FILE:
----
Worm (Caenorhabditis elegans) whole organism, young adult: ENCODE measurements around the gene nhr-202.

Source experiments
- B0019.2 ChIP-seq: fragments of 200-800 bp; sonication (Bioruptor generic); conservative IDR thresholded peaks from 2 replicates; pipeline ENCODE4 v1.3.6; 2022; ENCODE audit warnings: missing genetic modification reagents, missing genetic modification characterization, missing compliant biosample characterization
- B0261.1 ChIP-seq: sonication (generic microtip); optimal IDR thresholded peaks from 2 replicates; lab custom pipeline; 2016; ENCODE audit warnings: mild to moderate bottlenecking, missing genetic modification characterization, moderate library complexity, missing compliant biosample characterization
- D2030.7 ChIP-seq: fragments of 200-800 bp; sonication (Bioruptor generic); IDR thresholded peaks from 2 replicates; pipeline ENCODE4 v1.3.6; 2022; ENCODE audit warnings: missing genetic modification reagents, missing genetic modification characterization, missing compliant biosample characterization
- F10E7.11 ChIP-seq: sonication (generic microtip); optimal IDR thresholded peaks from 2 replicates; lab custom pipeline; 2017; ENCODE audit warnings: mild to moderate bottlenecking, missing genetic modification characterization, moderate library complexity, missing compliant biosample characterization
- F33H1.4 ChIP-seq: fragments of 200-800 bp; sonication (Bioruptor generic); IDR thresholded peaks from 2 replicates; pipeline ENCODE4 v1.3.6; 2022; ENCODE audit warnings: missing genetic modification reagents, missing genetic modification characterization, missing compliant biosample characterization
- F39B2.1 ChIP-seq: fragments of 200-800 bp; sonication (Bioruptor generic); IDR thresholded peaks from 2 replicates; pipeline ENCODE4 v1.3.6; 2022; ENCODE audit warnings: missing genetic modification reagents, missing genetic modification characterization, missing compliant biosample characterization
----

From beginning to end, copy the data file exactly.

Worm (Caenorhabditis elegans) whole organism, young adult: ENCODE measurements around the gene nhr-202.

Source experiments
- B0019.2 ChIP-seq: fragments of 200-800 bp; sonication (Bioruptor generic); conservative IDR thresholded peaks from 2 replicates; pipeline ENCODE4 v1.3.6; 2022; ENCODE audit warnings: missing genetic modification reagents, missing genetic modification characterization, missing compliant biosample characterization
- B0261.1 ChIP-seq: sonication (generic microtip); optimal IDR thresholded peaks from 2 replicates; lab custom pipeline; 2016; ENCODE audit warnings: mild to moderate bottlenecking, missing genetic modification characterization, moderate library complexity, missing compliant biosample characterization
- D2030.7 ChIP-seq: fragments of 200-800 bp; sonication (Bioruptor generic); IDR thresholded peaks from 2 replicates; pipeline ENCODE4 v1.3.6; 2022; ENCODE audit warnings: missing genetic modification reagents, missing genetic modification characterization, missing compliant biosample characterization
- F10E7.11 ChIP-seq: sonication (generic microtip); optimal IDR thresholded peaks from 2 replicates; lab custom pipeline; 2017; ENCODE audit warnings: mild to moderate bottlenecking, missing genetic modification characterization, moderate library complexity, missing compliant biosample characterization
- F33H1.4 ChIP-seq: fragments of 200-800 bp; sonication (Bioruptor generic); IDR thresholded peaks from 2 replicates; pipeline ENCODE4 v1.3.6; 2022; ENCODE audit warnings: missing genetic modification reagents, missing genetic modification characterization, missing compliant biosample characterization
- F39B2.1 ChIP-seq: fragments of 200-800 bp; sonication (Bioruptor generic); IDR thresholded peaks from 2 replicates; pipeline ENCODE4 v1.3.6; 2022; ENCODE audit warnings: missing genetic modification reagents, missing genetic modification characterization, missing compliant biosample characterization